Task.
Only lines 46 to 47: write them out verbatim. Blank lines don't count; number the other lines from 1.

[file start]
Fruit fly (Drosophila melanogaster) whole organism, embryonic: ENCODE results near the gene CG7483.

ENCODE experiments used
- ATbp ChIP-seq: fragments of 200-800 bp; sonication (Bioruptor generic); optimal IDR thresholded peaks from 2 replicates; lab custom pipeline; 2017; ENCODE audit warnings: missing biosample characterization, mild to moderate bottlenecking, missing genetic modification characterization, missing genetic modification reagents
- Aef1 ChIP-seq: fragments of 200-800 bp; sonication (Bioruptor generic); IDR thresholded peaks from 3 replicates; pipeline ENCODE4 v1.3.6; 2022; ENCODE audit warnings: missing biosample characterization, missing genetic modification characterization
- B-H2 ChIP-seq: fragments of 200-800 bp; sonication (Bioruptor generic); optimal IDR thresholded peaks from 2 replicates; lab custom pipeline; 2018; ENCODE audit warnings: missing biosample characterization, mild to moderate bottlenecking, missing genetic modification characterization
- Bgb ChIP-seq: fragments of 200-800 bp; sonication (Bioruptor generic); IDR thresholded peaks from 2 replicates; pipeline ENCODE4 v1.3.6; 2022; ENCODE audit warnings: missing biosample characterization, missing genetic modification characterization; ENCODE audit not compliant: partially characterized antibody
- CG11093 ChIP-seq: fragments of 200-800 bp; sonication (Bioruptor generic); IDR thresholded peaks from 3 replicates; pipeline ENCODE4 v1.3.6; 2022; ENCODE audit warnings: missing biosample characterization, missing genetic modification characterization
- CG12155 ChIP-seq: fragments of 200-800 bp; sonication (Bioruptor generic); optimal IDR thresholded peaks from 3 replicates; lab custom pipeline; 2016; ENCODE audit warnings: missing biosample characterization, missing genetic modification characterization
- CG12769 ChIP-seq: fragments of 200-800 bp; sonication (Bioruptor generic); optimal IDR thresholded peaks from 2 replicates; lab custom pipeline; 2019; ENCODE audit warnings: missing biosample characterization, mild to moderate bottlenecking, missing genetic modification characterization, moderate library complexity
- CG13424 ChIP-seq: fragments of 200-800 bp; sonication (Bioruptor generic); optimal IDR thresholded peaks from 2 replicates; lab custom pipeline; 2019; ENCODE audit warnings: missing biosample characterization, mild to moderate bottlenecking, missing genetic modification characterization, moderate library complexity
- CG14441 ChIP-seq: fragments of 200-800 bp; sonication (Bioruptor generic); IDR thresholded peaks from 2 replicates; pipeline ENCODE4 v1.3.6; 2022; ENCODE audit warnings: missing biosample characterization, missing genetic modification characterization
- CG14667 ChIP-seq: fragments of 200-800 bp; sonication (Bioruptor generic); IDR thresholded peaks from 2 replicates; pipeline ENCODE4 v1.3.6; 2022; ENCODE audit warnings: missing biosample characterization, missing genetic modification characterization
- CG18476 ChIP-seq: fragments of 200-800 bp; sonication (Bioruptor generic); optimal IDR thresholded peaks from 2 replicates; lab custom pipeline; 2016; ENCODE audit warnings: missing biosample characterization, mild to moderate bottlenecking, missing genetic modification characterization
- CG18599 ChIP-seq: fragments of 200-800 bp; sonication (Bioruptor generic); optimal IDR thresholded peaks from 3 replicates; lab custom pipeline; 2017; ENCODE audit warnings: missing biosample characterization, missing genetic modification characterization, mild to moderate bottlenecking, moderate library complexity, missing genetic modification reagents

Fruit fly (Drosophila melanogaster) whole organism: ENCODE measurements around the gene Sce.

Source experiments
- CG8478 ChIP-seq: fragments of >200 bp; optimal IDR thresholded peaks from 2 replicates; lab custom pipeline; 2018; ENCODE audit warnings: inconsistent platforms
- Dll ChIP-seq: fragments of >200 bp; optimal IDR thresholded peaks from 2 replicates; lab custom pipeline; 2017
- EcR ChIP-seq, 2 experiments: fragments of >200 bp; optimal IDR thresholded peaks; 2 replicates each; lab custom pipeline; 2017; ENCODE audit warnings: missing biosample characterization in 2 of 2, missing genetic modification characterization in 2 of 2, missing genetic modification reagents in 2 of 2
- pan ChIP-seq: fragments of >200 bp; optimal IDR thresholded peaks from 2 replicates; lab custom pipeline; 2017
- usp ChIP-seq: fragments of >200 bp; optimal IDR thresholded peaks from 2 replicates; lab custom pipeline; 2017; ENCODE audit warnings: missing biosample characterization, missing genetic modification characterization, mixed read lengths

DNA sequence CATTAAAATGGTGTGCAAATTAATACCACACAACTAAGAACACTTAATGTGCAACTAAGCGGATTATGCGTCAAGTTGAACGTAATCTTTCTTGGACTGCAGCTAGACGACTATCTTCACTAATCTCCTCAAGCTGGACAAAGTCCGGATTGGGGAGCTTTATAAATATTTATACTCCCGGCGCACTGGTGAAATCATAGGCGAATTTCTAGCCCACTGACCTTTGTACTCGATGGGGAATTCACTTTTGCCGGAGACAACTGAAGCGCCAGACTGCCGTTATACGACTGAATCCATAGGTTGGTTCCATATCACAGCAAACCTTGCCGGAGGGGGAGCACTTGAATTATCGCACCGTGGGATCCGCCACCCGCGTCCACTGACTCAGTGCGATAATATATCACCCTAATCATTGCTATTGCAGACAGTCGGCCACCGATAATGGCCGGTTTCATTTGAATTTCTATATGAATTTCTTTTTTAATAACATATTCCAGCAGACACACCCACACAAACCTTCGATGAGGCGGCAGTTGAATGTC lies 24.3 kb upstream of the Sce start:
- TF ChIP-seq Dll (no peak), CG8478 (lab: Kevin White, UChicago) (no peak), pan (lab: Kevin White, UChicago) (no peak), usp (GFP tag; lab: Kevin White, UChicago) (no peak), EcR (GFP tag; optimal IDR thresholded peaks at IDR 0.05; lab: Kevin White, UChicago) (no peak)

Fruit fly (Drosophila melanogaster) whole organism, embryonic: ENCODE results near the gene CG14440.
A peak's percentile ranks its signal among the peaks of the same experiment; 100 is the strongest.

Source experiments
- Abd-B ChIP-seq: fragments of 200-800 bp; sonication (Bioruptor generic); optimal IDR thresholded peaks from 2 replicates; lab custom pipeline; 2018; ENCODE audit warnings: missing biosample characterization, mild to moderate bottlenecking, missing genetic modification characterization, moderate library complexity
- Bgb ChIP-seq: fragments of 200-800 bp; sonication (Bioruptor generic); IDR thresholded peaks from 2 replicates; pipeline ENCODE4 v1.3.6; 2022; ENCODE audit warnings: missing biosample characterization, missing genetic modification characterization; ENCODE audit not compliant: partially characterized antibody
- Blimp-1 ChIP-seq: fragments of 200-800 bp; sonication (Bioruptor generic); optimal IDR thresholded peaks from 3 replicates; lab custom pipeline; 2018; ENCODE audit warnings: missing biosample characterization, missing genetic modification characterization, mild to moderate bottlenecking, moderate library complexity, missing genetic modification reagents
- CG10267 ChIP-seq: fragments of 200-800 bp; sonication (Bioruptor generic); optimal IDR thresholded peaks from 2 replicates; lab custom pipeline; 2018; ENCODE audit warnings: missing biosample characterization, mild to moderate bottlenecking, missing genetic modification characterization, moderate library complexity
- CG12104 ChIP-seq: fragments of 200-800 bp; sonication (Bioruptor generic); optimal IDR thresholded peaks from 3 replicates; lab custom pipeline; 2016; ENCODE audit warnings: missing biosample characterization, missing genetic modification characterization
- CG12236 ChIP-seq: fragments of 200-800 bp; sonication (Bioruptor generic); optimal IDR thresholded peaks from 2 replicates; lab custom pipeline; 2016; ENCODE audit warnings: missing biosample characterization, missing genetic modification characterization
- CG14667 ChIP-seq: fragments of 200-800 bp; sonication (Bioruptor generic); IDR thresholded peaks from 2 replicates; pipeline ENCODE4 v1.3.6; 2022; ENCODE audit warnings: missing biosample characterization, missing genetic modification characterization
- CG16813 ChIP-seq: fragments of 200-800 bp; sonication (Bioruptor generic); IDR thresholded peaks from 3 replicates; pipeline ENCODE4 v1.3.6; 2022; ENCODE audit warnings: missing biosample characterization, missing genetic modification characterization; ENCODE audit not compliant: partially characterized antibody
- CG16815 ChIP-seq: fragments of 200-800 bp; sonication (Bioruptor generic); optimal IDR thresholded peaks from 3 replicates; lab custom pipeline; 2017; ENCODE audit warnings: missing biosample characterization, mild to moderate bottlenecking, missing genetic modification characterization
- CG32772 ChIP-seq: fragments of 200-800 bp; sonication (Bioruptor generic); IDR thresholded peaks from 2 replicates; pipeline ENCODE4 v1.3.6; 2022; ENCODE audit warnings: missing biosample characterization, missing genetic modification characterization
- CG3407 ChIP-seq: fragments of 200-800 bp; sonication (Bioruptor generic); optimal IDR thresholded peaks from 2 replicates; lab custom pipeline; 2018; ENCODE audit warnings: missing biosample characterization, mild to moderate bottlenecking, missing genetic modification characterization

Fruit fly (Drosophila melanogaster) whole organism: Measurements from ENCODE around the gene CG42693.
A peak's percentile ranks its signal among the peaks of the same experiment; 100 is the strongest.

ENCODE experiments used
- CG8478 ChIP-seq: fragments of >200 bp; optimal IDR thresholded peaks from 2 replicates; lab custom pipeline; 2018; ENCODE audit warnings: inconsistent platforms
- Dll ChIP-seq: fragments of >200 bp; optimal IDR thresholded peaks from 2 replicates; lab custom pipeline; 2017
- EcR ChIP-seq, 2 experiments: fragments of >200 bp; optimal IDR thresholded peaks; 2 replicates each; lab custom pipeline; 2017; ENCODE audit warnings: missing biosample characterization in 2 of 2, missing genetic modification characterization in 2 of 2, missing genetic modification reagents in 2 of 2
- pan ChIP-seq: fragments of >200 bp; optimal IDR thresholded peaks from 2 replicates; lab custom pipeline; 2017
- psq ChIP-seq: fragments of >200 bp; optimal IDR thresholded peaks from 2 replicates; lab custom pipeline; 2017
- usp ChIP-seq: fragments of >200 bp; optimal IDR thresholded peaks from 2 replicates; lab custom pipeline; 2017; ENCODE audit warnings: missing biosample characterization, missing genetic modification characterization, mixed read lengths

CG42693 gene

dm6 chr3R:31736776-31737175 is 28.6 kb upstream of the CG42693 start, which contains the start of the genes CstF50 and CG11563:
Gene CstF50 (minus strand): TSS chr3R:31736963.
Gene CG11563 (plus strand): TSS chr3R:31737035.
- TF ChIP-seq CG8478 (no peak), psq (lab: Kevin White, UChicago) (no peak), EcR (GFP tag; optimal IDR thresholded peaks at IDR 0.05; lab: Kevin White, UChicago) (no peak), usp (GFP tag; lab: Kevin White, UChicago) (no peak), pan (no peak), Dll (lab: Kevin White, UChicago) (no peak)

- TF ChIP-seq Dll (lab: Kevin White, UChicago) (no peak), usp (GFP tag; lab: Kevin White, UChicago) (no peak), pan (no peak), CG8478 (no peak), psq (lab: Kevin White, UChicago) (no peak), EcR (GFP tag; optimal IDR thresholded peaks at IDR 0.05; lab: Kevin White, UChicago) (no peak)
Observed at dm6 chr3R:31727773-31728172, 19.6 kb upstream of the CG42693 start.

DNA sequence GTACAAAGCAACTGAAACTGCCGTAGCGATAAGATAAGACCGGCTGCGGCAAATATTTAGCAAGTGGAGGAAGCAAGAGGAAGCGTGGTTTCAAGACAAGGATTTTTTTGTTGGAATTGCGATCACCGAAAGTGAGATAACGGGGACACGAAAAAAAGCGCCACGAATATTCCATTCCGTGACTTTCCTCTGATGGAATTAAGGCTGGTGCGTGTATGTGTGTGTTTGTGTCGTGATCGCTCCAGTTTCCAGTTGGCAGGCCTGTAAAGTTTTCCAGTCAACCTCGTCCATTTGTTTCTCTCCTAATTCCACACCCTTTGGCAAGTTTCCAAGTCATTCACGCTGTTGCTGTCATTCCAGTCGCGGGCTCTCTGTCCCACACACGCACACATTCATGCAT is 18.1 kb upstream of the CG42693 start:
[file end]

- usp ChIP-seq: fragments of >200 bp; optimal IDR thresholded peaks from 2 replicates; lab custom pipeline; 2017; ENCODE audit warnings: missing biosample characterization, missing genetic modification characterization, mixed read lengths

CG42693 gene